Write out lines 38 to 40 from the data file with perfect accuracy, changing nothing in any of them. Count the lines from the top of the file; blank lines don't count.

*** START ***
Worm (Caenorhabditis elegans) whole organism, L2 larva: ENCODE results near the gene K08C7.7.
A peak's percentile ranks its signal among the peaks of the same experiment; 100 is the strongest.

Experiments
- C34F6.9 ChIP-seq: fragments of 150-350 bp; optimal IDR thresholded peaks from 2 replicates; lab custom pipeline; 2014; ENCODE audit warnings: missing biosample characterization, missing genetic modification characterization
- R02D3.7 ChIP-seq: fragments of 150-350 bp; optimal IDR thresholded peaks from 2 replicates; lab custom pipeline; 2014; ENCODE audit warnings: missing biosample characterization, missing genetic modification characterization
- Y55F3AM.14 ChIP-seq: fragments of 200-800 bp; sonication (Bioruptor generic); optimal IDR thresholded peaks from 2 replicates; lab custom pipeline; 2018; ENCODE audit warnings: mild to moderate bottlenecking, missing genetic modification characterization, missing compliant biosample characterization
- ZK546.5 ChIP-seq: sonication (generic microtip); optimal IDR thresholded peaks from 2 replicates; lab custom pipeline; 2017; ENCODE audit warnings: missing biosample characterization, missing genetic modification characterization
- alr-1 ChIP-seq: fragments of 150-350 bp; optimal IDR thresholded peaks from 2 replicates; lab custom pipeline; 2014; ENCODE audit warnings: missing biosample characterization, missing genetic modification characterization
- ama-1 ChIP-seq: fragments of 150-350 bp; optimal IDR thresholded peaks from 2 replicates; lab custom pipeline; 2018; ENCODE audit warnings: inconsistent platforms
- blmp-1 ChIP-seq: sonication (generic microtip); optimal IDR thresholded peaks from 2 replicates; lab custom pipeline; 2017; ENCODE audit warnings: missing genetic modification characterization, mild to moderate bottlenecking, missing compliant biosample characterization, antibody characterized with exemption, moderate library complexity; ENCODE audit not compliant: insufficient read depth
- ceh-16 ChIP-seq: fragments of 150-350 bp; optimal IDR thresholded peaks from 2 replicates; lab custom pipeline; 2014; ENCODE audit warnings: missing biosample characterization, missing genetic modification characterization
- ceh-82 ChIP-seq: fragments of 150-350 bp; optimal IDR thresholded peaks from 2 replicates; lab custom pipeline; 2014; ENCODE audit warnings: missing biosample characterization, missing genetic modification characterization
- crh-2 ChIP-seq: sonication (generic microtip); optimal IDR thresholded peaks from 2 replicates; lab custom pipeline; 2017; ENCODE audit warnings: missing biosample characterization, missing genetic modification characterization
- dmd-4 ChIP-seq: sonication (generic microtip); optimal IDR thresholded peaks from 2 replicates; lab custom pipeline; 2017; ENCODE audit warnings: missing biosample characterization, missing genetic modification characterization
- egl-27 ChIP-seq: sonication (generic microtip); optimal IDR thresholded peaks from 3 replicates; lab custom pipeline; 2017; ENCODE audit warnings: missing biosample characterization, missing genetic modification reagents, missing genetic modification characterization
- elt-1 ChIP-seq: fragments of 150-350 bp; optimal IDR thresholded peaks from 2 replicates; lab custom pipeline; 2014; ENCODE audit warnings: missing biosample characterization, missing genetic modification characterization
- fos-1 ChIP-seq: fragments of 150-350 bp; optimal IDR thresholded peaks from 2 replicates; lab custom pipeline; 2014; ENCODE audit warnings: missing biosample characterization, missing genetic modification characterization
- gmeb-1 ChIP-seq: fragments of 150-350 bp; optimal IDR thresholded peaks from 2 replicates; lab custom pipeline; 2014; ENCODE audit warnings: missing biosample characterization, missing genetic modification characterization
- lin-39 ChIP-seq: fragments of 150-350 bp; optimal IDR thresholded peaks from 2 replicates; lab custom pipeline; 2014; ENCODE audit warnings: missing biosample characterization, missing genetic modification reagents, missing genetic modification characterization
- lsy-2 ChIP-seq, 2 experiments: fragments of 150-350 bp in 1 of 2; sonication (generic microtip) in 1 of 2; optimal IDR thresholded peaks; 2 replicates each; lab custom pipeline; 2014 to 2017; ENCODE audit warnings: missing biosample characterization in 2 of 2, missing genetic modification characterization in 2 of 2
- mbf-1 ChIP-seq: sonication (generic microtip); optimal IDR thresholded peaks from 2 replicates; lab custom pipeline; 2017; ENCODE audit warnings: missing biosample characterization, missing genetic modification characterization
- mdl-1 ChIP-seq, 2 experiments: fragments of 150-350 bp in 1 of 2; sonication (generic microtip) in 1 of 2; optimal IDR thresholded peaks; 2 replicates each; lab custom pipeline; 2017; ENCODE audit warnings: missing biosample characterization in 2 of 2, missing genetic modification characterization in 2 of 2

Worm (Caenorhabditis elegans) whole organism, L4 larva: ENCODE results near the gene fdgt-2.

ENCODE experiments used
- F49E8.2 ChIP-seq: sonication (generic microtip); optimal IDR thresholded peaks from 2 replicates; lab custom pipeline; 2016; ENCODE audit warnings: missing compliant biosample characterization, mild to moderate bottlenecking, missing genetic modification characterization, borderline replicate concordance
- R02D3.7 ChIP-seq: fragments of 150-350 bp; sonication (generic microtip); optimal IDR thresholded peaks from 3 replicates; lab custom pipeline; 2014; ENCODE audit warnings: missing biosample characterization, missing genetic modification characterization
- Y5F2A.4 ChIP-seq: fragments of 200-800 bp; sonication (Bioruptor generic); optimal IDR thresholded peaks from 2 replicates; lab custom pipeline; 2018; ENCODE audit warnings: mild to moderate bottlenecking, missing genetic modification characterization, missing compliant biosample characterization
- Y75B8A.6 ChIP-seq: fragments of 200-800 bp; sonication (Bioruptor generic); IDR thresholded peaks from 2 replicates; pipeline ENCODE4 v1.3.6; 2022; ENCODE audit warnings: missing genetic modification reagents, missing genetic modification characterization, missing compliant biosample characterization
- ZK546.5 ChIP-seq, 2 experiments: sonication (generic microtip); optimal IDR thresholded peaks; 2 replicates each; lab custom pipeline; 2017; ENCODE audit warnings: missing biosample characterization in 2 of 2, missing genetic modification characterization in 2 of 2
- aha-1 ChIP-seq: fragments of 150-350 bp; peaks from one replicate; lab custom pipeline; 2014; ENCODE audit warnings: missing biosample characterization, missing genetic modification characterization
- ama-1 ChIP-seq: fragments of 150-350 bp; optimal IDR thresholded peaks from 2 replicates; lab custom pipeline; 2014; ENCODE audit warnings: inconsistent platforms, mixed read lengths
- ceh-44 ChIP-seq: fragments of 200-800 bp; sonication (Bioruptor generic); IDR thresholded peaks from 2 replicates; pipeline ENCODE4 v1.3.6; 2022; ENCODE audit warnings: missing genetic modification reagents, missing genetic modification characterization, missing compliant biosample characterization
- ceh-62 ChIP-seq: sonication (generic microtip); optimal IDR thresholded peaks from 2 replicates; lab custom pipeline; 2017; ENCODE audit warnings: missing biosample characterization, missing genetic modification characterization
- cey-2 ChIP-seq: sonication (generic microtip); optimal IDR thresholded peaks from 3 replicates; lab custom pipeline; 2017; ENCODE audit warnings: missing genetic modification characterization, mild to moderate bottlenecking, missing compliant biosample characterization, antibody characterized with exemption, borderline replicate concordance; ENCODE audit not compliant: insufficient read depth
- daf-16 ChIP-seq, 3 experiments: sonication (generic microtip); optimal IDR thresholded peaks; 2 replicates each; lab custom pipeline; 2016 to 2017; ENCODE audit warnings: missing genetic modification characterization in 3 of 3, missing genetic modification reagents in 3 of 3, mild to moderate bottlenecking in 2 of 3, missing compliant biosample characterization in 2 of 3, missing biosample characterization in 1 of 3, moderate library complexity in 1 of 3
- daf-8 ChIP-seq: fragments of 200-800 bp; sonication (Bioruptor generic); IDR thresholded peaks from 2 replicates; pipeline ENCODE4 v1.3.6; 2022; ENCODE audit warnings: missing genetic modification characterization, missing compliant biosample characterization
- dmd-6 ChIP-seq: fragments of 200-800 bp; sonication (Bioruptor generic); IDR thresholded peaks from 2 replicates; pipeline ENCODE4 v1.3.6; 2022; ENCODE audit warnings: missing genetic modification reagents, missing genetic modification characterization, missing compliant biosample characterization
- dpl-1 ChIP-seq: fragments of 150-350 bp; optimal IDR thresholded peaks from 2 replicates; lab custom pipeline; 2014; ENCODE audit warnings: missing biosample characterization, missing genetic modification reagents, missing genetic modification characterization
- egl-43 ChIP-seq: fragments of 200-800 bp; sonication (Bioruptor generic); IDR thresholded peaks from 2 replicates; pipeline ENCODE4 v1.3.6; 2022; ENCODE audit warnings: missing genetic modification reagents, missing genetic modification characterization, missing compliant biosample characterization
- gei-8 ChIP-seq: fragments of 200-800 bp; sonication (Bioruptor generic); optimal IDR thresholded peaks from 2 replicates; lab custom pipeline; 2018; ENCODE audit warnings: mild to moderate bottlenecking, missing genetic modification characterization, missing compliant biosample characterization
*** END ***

- dpl-1 ChIP-seq: fragments of 150-350 bp; optimal IDR thresholded peaks from 2 replicates; lab custom pipeline; 2014; ENCODE audit warnings: missing biosample characterization, missing genetic modification reagents, missing genetic modification characterization
- egl-43 ChIP-seq: fragments of 200-800 bp; sonication (Bioruptor generic); IDR thresholded peaks from 2 replicates; pipeline ENCODE4 v1.3.6; 2022; ENCODE audit warnings: missing genetic modification reagents, missing genetic modification characterization, missing compliant biosample characterization
- gei-8 ChIP-seq: fragments of 200-800 bp; sonication (Bioruptor generic); optimal IDR thresholded peaks from 2 replicates; lab custom pipeline; 2018; ENCODE audit warnings: mild to moderate bottlenecking, missing genetic modification characterization, missing compliant biosample characterization